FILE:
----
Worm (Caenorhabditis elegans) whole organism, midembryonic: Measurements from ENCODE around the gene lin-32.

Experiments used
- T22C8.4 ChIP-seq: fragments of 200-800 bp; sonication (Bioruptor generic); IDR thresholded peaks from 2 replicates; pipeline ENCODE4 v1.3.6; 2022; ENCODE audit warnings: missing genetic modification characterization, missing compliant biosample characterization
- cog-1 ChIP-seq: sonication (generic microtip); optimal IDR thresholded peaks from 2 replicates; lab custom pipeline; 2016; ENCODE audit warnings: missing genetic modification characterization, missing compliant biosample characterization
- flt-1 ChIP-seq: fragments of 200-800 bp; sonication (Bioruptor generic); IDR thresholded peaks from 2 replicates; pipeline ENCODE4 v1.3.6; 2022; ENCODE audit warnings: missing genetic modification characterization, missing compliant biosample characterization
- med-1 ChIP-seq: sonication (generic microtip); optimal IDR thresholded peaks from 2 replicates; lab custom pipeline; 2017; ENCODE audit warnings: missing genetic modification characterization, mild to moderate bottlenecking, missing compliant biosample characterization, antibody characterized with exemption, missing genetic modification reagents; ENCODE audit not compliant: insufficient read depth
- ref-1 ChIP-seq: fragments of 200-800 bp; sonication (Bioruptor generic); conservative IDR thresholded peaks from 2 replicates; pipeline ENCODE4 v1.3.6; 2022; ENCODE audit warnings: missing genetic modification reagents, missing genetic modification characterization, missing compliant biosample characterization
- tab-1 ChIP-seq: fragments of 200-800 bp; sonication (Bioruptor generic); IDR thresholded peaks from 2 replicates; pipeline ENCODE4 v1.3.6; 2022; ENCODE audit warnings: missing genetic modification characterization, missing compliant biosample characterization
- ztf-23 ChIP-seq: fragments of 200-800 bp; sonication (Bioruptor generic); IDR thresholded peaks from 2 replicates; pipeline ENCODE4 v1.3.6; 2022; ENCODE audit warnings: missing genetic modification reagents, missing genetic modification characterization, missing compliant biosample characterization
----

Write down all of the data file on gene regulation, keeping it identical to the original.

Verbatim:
Worm (Caenorhabditis elegans) whole organism, midembryonic: Measurements from ENCODE around the gene lin-32.

Experiments used
- T22C8.4 ChIP-seq: fragments of 200-800 bp; sonication (Bioruptor generic); IDR thresholded peaks from 2 replicates; pipeline ENCODE4 v1.3.6; 2022; ENCODE audit warnings: missing genetic modification characterization, missing compliant biosample characterization
- cog-1 ChIP-seq: sonication (generic microtip); optimal IDR thresholded peaks from 2 replicates; lab custom pipeline; 2016; ENCODE audit warnings: missing genetic modification characterization, missing compliant biosample characterization
- flt-1 ChIP-seq: fragments of 200-800 bp; sonication (Bioruptor generic); IDR thresholded peaks from 2 replicates; pipeline ENCODE4 v1.3.6; 2022; ENCODE audit warnings: missing genetic modification characterization, missing compliant biosample characterization
- med-1 ChIP-seq: sonication (generic microtip); optimal IDR thresholded peaks from 2 replicates; lab custom pipeline; 2017; ENCODE audit warnings: missing genetic modification characterization, mild to moderate bottlenecking, missing compliant biosample characterization, antibody characterized with exemption, missing genetic modification reagents; ENCODE audit not compliant: insufficient read depth
- ref-1 ChIP-seq: fragments of 200-800 bp; sonication (Bioruptor generic); conservative IDR thresholded peaks from 2 replicates; pipeline ENCODE4 v1.3.6; 2022; ENCODE audit warnings: missing genetic modification reagents, missing genetic modification characterization, missing compliant biosample characterization
- tab-1 ChIP-seq: fragments of 200-800 bp; sonication (Bioruptor generic); IDR thresholded peaks from 2 replicates; pipeline ENCODE4 v1.3.6; 2022; ENCODE audit warnings: missing genetic modification characterization, missing compliant biosample characterization
- ztf-23 ChIP-seq: fragments of 200-800 bp; sonication (Bioruptor generic); IDR thresholded peaks from 2 replicates; pipeline ENCODE4 v1.3.6; 2022; ENCODE audit warnings: missing genetic modification reagents, missing genetic modification characterization, missing compliant biosample characterization